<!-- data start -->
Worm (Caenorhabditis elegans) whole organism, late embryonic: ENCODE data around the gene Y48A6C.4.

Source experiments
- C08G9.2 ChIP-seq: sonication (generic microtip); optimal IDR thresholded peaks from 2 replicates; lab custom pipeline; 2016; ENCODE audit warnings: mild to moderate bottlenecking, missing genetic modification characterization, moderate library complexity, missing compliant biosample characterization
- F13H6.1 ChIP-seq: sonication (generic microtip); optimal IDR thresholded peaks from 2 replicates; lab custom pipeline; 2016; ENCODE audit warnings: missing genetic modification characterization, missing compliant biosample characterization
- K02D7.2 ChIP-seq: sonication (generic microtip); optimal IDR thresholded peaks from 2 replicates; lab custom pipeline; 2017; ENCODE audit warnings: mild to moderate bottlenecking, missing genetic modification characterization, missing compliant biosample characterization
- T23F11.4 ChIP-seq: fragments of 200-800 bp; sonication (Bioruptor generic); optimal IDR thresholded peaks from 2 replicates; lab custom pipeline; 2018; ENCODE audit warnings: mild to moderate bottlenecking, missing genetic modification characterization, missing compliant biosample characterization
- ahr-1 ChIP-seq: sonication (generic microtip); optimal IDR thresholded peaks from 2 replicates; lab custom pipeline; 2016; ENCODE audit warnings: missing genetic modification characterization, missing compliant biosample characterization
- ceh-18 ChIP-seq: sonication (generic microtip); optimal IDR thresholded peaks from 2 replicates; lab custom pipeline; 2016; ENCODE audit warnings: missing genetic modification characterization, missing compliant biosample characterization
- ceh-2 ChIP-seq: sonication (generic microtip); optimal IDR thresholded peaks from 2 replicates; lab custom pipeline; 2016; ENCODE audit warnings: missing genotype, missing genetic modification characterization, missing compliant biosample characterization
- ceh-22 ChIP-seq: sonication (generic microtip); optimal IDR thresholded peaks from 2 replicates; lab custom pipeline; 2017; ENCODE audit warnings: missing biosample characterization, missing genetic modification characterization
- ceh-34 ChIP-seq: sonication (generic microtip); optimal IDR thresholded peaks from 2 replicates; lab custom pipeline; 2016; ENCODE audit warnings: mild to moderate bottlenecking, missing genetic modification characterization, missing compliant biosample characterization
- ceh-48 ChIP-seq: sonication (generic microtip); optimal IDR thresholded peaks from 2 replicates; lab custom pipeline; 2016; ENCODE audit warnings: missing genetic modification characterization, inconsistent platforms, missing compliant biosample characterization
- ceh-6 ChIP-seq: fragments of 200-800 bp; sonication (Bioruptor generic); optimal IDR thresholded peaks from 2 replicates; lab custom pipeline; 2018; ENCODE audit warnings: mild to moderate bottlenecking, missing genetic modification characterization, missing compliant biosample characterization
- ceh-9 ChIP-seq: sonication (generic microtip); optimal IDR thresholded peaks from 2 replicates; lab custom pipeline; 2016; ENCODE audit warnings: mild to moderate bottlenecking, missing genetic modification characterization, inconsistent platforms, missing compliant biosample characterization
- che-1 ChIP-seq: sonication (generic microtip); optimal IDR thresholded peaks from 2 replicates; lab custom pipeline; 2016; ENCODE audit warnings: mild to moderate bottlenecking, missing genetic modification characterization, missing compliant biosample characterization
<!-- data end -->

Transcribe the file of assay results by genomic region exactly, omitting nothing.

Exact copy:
Worm (Caenorhabditis elegans) whole organism, late embryonic: ENCODE data around the gene Y48A6C.4.

Source experiments
- C08G9.2 ChIP-seq: sonication (generic microtip); optimal IDR thresholded peaks from 2 replicates; lab custom pipeline; 2016; ENCODE audit warnings: mild to moderate bottlenecking, missing genetic modification characterization, moderate library complexity, missing compliant biosample characterization
- F13H6.1 ChIP-seq: sonication (generic microtip); optimal IDR thresholded peaks from 2 replicates; lab custom pipeline; 2016; ENCODE audit warnings: missing genetic modification characterization, missing compliant biosample characterization
- K02D7.2 ChIP-seq: sonication (generic microtip); optimal IDR thresholded peaks from 2 replicates; lab custom pipeline; 2017; ENCODE audit warnings: mild to moderate bottlenecking, missing genetic modification characterization, missing compliant biosample characterization
- T23F11.4 ChIP-seq: fragments of 200-800 bp; sonication (Bioruptor generic); optimal IDR thresholded peaks from 2 replicates; lab custom pipeline; 2018; ENCODE audit warnings: mild to moderate bottlenecking, missing genetic modification characterization, missing compliant biosample characterization
- ahr-1 ChIP-seq: sonication (generic microtip); optimal IDR thresholded peaks from 2 replicates; lab custom pipeline; 2016; ENCODE audit warnings: missing genetic modification characterization, missing compliant biosample characterization
- ceh-18 ChIP-seq: sonication (generic microtip); optimal IDR thresholded peaks from 2 replicates; lab custom pipeline; 2016; ENCODE audit warnings: missing genetic modification characterization, missing compliant biosample characterization
- ceh-2 ChIP-seq: sonication (generic microtip); optimal IDR thresholded peaks from 2 replicates; lab custom pipeline; 2016; ENCODE audit warnings: missing genotype, missing genetic modification characterization, missing compliant biosample characterization
- ceh-22 ChIP-seq: sonication (generic microtip); optimal IDR thresholded peaks from 2 replicates; lab custom pipeline; 2017; ENCODE audit warnings: missing biosample characterization, missing genetic modification characterization
- ceh-34 ChIP-seq: sonication (generic microtip); optimal IDR thresholded peaks from 2 replicates; lab custom pipeline; 2016; ENCODE audit warnings: mild to moderate bottlenecking, missing genetic modification characterization, missing compliant biosample characterization
- ceh-48 ChIP-seq: sonication (generic microtip); optimal IDR thresholded peaks from 2 replicates; lab custom pipeline; 2016; ENCODE audit warnings: missing genetic modification characterization, inconsistent platforms, missing compliant biosample characterization
- ceh-6 ChIP-seq: fragments of 200-800 bp; sonication (Bioruptor generic); optimal IDR thresholded peaks from 2 replicates; lab custom pipeline; 2018; ENCODE audit warnings: mild to moderate bottlenecking, missing genetic modification characterization, missing compliant biosample characterization
- ceh-9 ChIP-seq: sonication (generic microtip); optimal IDR thresholded peaks from 2 replicates; lab custom pipeline; 2016; ENCODE audit warnings: mild to moderate bottlenecking, missing genetic modification characterization, inconsistent platforms, missing compliant biosample characterization
- che-1 ChIP-seq: sonication (generic microtip); optimal IDR thresholded peaks from 2 replicates; lab custom pipeline; 2016; ENCODE audit warnings: mild to moderate bottlenecking, missing genetic modification characterization, missing compliant biosample characterization